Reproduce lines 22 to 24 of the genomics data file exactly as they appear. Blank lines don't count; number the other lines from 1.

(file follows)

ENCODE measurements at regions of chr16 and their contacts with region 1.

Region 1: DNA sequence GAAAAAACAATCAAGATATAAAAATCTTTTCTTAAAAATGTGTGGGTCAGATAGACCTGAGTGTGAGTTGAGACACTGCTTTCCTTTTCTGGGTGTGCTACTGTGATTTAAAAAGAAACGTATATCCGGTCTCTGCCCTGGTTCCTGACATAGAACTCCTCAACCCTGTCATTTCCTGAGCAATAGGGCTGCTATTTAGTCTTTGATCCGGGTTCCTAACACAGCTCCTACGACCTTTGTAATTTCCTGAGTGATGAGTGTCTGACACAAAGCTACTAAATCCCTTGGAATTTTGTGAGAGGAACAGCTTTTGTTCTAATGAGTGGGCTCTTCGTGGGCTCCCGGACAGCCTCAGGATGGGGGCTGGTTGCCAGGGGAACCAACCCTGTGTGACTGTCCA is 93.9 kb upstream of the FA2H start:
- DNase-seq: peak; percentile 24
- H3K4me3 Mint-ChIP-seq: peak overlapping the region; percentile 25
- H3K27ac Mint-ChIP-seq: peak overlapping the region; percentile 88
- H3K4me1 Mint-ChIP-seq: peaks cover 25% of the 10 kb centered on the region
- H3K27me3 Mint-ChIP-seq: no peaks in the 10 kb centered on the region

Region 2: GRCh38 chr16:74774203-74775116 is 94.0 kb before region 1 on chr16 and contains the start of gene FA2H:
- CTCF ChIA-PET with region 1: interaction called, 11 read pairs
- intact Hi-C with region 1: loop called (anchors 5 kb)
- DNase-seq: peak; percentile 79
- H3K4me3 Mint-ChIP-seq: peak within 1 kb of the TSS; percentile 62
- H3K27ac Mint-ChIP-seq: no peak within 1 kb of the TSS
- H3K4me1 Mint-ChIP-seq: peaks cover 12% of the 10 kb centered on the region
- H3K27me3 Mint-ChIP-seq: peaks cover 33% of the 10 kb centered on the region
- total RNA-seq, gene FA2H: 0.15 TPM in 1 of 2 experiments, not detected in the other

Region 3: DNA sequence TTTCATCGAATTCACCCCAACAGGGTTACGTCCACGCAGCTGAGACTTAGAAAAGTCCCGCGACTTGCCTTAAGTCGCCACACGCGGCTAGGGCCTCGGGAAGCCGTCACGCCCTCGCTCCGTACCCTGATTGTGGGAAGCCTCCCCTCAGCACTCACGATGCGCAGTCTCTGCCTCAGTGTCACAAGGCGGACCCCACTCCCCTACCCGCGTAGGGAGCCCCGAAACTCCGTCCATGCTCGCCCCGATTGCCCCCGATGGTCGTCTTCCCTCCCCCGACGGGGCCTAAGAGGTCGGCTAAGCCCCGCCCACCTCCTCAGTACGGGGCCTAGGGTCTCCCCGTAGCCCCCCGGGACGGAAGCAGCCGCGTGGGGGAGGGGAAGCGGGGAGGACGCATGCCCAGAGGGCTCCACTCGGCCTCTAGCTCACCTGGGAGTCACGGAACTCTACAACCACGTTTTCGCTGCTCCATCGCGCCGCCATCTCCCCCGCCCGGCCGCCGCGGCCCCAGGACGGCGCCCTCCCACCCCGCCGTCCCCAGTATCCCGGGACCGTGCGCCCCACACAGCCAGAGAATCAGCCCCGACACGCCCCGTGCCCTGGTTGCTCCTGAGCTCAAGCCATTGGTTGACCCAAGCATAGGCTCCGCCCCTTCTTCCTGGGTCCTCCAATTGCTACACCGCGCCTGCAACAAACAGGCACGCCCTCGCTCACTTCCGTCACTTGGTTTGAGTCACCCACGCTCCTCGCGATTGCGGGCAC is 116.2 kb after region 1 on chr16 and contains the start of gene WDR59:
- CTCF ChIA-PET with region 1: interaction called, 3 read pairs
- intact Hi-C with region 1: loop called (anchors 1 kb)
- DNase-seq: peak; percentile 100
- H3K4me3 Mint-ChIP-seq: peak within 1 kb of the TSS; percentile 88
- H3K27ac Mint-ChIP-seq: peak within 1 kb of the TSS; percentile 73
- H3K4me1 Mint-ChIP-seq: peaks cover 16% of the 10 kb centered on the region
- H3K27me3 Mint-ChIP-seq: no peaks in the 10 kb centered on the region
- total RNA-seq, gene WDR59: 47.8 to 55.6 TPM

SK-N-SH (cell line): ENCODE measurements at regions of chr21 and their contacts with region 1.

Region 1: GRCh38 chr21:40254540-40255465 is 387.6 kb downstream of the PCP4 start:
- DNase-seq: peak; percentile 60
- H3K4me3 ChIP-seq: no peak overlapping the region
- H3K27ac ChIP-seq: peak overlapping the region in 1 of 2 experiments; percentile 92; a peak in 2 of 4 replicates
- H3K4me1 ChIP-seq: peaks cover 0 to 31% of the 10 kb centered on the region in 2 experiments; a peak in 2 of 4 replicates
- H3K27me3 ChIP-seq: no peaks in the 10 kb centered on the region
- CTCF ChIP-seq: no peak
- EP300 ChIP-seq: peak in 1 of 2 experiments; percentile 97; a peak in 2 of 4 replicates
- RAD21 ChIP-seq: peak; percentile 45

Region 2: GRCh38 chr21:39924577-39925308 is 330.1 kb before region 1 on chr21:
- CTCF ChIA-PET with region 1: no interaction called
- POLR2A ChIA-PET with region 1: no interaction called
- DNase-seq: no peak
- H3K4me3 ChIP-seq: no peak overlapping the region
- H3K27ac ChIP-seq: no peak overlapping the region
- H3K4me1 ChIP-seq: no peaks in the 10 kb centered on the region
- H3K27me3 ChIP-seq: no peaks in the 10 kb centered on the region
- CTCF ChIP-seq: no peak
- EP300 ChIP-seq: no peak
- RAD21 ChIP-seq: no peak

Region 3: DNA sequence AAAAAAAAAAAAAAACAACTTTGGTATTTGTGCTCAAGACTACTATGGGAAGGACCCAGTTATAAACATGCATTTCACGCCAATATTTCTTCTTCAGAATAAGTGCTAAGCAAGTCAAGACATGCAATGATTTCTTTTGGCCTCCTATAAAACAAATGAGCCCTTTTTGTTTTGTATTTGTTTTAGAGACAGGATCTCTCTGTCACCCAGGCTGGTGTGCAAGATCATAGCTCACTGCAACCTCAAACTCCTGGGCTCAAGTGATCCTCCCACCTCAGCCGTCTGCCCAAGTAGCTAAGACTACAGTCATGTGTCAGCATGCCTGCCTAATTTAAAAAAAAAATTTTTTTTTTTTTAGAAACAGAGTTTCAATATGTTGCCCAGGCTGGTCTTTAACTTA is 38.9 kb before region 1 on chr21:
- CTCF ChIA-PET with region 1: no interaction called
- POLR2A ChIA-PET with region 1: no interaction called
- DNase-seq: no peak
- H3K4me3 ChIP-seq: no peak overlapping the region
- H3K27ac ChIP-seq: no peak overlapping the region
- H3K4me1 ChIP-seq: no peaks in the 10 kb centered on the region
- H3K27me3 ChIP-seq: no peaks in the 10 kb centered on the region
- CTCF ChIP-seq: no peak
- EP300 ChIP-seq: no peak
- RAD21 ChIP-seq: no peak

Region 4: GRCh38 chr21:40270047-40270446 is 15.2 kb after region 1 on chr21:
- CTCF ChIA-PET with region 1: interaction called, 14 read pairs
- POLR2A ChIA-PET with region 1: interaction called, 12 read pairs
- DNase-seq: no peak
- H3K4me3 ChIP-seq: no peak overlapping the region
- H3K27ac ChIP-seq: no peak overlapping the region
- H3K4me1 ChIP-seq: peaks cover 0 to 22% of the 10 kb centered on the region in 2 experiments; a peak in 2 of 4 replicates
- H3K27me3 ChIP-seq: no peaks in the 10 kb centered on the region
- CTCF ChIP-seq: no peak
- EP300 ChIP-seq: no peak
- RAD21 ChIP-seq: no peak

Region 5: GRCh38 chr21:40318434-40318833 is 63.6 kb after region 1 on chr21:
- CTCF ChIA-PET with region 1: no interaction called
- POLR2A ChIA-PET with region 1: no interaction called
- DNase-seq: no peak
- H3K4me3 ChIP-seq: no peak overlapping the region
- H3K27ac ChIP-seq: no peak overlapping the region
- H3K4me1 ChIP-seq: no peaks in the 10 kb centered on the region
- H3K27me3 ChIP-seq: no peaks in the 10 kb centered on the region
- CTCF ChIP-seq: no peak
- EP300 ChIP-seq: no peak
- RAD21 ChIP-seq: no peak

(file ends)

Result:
- H3K27ac Mint-ChIP-seq: peak within 1 kb of the TSS; percentile 73
- H3K4me1 Mint-ChIP-seq: peaks cover 16% of the 10 kb centered on the region
- H3K27me3 Mint-ChIP-seq: no peaks in the 10 kb centered on the region